Violinist Alejandro Mendoza teaches during the day and performs at night in the Lion King orchestra on Broadway.
He once played a French violin made in 1902 but had to sell it for something he loves even more: his five-year-old son and three-year-old daughter.
“I suspect they are in Korea but i’m not sure,” says Mendoza.
He says his wife took the children, then disappeared into her native country of South Korea — and the experience has bankrupted him emotionally and financially.
“I’m losing my house,” Mendoza said as he wiped away a tear.
This week his wife Si Nae Shim flew from Korea to Guam and was arrested on a warrant for her failure to return the children to New Jersey.
“She wanted the children to speak Korean, only they didn’t learn English,” said Mendoza.
Shim allegedly convinced Mendoza to move to a town south of Seoul. He says they were hurting financially so he returned to America to wait for his family that never showed up.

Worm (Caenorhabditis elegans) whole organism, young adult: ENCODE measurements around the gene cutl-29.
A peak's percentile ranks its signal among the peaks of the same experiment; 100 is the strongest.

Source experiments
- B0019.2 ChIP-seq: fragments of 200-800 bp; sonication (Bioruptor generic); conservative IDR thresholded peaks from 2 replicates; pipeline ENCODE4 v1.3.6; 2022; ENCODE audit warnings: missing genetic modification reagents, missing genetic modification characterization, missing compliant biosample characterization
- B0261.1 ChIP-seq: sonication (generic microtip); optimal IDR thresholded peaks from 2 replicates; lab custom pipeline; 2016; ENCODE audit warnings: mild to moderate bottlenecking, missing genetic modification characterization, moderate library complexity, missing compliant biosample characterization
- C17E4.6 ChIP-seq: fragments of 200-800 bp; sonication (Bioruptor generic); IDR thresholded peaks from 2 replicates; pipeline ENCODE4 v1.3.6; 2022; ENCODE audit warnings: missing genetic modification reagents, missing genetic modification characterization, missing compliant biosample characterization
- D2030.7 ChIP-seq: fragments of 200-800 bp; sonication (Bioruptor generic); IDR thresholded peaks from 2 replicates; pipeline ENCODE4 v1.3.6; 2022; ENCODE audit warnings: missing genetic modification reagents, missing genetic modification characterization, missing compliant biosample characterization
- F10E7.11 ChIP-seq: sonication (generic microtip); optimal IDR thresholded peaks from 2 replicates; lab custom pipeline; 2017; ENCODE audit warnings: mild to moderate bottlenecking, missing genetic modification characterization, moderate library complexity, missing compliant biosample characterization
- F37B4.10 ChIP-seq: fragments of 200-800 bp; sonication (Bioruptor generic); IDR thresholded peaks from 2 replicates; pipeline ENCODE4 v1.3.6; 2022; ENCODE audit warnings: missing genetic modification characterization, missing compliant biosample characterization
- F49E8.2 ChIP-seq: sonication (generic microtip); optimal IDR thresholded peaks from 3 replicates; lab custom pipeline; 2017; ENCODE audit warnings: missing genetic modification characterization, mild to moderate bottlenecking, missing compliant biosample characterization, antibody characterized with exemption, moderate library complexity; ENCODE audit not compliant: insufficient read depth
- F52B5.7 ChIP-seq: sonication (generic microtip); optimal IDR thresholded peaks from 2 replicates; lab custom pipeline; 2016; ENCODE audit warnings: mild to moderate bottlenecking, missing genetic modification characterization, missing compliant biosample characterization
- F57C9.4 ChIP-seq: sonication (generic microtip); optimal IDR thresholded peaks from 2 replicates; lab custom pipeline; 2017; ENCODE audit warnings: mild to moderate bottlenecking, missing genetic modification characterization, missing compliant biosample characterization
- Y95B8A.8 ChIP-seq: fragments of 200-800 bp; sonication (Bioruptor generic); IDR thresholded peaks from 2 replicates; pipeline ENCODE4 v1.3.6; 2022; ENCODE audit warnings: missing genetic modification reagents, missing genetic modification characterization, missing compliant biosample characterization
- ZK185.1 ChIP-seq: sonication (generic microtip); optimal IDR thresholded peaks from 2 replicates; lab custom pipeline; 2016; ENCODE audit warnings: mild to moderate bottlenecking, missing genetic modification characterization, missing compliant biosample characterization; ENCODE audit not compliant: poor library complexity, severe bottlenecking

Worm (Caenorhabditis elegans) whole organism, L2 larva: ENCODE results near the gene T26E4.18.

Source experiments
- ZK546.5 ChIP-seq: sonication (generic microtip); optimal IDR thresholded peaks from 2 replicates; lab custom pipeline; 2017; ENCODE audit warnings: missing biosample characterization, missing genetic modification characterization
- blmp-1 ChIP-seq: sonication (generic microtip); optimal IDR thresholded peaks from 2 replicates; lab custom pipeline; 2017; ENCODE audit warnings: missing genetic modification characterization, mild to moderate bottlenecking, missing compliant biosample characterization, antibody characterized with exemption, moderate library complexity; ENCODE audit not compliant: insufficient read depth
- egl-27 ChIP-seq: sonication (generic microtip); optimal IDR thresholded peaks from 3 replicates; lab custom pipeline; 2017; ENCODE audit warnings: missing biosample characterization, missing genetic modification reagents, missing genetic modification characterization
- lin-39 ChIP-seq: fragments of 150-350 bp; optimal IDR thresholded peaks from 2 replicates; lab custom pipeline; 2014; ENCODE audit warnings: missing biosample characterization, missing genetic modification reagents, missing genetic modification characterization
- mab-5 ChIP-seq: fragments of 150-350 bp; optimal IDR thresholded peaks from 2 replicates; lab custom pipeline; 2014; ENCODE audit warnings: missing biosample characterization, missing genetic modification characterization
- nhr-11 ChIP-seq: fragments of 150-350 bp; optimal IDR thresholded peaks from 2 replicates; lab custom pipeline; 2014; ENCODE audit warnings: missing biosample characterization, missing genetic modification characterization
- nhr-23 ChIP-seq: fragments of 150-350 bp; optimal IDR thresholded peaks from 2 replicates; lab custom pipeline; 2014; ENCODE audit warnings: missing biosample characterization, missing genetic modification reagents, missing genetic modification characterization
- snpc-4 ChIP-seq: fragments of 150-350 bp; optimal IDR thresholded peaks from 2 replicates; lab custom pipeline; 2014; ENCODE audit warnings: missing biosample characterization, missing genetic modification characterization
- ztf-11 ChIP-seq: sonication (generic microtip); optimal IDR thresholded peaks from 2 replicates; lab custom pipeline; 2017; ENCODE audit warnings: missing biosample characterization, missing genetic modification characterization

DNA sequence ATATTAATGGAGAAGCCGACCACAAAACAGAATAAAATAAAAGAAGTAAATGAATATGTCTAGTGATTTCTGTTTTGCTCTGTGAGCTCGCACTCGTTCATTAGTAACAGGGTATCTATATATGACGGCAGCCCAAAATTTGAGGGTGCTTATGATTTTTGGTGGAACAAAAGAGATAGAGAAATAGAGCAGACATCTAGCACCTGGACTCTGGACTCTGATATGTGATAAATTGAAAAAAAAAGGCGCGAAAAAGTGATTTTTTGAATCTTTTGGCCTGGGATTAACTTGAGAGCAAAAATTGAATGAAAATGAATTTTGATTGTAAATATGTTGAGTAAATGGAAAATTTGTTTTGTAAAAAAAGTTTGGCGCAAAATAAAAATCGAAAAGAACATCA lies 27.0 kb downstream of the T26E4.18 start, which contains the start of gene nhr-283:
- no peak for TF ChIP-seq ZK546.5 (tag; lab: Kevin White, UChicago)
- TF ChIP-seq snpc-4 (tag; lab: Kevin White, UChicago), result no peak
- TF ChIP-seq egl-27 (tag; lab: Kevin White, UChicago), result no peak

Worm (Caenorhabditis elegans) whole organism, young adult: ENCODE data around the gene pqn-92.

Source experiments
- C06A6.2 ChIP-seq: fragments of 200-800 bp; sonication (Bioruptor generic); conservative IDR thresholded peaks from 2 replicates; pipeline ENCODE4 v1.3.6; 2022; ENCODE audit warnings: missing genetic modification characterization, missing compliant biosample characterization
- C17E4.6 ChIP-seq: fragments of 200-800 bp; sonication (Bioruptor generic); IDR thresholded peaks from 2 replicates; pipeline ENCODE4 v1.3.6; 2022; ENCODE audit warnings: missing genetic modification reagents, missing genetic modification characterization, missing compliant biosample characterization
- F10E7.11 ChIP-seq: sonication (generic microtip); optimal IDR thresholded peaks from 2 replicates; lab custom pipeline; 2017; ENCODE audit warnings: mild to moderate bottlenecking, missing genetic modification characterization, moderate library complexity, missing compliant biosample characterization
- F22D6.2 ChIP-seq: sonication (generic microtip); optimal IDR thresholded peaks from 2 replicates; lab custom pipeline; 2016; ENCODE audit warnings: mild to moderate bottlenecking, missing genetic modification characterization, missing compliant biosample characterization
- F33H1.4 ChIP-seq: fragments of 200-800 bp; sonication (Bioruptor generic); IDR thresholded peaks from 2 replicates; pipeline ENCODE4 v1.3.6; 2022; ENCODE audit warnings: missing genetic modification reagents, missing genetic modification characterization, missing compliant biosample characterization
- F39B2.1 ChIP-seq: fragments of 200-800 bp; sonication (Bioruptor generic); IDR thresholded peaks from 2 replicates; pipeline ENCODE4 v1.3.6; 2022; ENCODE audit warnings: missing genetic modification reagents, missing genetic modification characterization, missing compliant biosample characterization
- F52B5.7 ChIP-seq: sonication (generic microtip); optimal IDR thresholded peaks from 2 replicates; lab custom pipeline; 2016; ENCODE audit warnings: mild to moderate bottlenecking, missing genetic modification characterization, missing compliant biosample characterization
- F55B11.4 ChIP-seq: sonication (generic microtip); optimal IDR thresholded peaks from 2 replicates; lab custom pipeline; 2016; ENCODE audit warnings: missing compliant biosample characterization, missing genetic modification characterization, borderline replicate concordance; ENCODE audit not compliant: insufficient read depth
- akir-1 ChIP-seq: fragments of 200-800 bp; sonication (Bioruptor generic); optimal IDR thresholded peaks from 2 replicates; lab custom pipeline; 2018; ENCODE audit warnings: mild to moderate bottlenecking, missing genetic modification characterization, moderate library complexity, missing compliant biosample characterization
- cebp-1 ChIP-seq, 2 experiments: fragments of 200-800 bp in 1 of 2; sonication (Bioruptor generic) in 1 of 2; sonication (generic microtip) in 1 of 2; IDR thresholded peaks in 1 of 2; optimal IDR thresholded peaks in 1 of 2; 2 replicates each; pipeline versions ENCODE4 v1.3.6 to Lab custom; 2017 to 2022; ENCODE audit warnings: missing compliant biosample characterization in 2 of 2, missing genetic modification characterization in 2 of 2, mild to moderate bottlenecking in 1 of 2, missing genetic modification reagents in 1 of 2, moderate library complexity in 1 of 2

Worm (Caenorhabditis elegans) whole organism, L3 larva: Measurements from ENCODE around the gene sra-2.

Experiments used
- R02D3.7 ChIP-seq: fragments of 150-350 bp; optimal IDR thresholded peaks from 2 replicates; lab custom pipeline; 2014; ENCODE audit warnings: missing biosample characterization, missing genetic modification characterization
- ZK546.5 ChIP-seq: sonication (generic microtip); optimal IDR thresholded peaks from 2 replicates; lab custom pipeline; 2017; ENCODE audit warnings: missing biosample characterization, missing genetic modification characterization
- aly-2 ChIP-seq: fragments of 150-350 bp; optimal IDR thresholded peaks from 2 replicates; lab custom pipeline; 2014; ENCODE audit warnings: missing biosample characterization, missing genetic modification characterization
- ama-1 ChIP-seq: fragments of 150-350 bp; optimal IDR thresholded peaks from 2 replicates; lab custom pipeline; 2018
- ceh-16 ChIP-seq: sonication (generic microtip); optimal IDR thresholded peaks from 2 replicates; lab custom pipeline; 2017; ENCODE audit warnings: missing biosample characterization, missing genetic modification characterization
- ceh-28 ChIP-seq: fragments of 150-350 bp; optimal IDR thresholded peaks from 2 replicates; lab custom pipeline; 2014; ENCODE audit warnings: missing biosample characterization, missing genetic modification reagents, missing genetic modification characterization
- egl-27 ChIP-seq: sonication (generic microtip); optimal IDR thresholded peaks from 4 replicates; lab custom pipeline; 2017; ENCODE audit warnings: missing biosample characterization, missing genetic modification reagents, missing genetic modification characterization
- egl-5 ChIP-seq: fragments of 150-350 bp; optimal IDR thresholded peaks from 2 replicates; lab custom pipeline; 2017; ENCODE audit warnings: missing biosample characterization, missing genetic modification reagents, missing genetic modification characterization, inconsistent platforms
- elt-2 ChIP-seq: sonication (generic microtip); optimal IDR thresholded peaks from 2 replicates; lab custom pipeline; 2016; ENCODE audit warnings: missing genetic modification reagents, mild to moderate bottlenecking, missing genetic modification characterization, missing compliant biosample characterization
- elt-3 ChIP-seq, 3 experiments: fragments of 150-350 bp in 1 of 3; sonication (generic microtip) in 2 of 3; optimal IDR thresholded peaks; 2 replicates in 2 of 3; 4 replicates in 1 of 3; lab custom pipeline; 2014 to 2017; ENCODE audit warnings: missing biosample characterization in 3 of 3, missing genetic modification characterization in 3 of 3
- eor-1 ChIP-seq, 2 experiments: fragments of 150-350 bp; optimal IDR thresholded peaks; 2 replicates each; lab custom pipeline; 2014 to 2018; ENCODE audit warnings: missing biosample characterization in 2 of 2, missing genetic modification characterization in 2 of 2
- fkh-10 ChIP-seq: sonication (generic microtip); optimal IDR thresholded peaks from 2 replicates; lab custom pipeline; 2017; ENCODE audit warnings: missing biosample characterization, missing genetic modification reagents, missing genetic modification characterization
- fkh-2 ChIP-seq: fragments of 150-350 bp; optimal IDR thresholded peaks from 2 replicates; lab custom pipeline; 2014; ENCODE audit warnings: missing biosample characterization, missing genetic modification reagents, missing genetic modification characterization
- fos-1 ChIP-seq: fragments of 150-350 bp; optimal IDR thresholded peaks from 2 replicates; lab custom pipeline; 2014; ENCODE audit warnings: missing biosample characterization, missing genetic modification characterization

Shim tells the court and Korean authorities a much different story.
“Mrs. Shim, the mother, was told by her 5-year-old son there was some type of sexual abuse by the father to the 2-year-old daughter,” said Shim’s attorney Christine Bae.
Attorneys for Shim will provide the court with a South Korean psychiatric evaluation and a criminal report about the alleged incident. Both are dated nearly a month after Shim says she found out about the alleged sexual abuse.
Mendoza denies the charge, asking why, if she believed it, his wife fled rather than show up in court to gain legal custody of the children.
“Nobody contacted me. I don’t think my client was contacted at all. So we were very puzzled why she was arrested in the beginning,” said Bae.
Shim will be extradited on March 12. She plans on fighting the criminal charges. It’s not clear if or when the children will return to the U.S. for the divorce and custody proceedings.
Mendoza says his wife has allowed him to chat with his kids once a month through Skype, but he’s had no contact since his wife’s arrest.
He had this message for his son:
“Wait for Daddy. Be patient. I’m doing the best I can. Help your sister. I’m coming.”
by Tom Llamas, WNBC New York